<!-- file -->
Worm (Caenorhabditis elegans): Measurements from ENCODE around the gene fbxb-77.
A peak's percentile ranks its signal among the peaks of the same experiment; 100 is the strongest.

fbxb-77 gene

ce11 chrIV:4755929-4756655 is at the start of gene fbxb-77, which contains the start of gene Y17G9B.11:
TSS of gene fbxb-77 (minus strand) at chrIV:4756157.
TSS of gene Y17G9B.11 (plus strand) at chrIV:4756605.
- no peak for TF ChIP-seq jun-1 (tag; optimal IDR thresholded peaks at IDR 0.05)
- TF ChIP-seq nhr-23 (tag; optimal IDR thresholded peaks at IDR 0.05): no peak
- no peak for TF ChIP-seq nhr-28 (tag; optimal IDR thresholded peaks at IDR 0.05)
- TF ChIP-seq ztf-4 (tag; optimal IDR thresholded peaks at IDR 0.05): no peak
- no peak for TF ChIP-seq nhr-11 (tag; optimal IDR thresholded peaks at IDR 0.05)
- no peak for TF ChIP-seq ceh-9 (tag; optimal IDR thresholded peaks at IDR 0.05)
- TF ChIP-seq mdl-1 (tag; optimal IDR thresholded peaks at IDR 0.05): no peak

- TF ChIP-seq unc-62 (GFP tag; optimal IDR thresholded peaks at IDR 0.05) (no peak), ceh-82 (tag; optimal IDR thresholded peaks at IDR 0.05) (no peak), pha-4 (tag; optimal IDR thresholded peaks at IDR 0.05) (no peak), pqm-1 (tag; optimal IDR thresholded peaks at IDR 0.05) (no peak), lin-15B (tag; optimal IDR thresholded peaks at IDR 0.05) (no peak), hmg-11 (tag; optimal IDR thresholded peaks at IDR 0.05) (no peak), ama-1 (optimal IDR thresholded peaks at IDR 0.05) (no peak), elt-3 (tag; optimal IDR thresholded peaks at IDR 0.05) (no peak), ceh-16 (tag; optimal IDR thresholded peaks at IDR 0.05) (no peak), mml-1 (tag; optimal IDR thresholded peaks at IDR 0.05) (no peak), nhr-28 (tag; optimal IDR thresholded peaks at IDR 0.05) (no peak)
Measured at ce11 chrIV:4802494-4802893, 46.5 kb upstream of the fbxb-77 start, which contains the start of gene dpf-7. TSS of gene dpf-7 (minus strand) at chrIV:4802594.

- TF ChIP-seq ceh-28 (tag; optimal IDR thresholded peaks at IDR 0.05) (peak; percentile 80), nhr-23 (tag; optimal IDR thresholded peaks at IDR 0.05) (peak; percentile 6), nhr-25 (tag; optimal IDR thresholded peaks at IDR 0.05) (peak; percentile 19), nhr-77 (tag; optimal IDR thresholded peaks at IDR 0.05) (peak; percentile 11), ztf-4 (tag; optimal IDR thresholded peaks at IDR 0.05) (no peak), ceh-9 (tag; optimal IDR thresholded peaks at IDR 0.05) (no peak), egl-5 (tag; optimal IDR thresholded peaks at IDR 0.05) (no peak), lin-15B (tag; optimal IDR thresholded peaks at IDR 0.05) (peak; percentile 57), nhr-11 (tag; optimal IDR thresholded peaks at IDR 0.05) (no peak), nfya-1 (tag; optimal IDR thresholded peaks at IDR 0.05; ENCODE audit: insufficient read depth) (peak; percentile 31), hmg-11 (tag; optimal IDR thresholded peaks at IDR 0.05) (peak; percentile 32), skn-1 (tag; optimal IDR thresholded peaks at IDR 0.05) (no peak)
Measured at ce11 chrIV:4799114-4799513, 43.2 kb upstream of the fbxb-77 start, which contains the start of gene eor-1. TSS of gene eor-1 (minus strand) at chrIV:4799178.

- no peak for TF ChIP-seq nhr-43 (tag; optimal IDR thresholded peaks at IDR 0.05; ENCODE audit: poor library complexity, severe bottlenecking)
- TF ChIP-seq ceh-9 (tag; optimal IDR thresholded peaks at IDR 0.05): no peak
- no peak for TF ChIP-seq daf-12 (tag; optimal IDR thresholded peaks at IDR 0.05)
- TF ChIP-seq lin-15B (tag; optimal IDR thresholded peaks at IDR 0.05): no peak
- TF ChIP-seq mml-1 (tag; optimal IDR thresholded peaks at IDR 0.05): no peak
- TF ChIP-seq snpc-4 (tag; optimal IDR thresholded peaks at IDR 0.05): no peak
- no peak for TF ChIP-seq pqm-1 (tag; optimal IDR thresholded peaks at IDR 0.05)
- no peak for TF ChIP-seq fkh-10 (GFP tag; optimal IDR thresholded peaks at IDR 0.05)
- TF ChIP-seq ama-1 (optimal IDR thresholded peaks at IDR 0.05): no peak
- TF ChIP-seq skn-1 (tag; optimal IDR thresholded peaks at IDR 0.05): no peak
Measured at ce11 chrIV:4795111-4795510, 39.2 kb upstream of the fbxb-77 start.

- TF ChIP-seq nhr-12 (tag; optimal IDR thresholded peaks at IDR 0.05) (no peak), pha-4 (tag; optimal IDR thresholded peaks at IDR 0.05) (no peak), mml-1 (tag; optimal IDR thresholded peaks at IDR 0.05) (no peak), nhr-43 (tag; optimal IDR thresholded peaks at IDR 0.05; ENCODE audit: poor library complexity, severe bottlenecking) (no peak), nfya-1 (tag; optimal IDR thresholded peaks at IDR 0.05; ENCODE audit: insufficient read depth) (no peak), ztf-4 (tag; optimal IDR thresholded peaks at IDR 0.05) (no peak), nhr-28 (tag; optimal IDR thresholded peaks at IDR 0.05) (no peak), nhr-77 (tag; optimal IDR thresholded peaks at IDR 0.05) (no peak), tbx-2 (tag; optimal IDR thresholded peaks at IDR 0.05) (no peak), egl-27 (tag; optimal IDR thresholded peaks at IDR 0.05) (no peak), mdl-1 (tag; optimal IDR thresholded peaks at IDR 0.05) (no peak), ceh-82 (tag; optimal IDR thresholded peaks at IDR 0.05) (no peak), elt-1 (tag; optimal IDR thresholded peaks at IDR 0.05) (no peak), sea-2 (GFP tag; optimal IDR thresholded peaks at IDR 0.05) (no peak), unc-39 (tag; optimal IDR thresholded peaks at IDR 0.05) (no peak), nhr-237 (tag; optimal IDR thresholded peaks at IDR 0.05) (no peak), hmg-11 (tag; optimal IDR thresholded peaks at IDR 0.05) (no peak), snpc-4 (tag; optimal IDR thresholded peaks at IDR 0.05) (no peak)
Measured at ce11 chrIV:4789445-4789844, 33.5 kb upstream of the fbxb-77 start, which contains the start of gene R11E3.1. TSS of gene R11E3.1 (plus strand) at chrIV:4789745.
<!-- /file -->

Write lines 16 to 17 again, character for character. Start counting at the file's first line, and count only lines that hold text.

- TF ChIP-seq ceh-28 (tag; optimal IDR thresholded peaks at IDR 0.05) (peak; percentile 80), nhr-23 (tag; optimal IDR thresholded peaks at IDR 0.05) (peak; percentile 6), nhr-25 (tag; optimal IDR thresholded peaks at IDR 0.05) (peak; percentile 19), nhr-77 (tag; optimal IDR thresholded peaks at IDR 0.05) (peak; percentile 11), ztf-4 (tag; optimal IDR thresholded peaks at IDR 0.05) (no peak), ceh-9 (tag; optimal IDR thresholded peaks at IDR 0.05) (no peak), egl-5 (tag; optimal IDR thresholded peaks at IDR 0.05) (no peak), lin-15B (tag; optimal IDR thresholded peaks at IDR 0.05) (peak; percentile 57), nhr-11 (tag; optimal IDR thresholded peaks at IDR 0.05) (no peak), nfya-1 (tag; optimal IDR thresholded peaks at IDR 0.05; ENCODE audit: insufficient read depth) (peak; percentile 31), hmg-11 (tag; optimal IDR thresholded peaks at IDR 0.05) (peak; percentile 32), skn-1 (tag; optimal IDR thresholded peaks at IDR 0.05) (no peak)
Measured at ce11 chrIV:4799114-4799513, 43.2 kb upstream of the fbxb-77 start, which contains the start of gene eor-1. TSS of gene eor-1 (minus strand) at chrIV:4799178.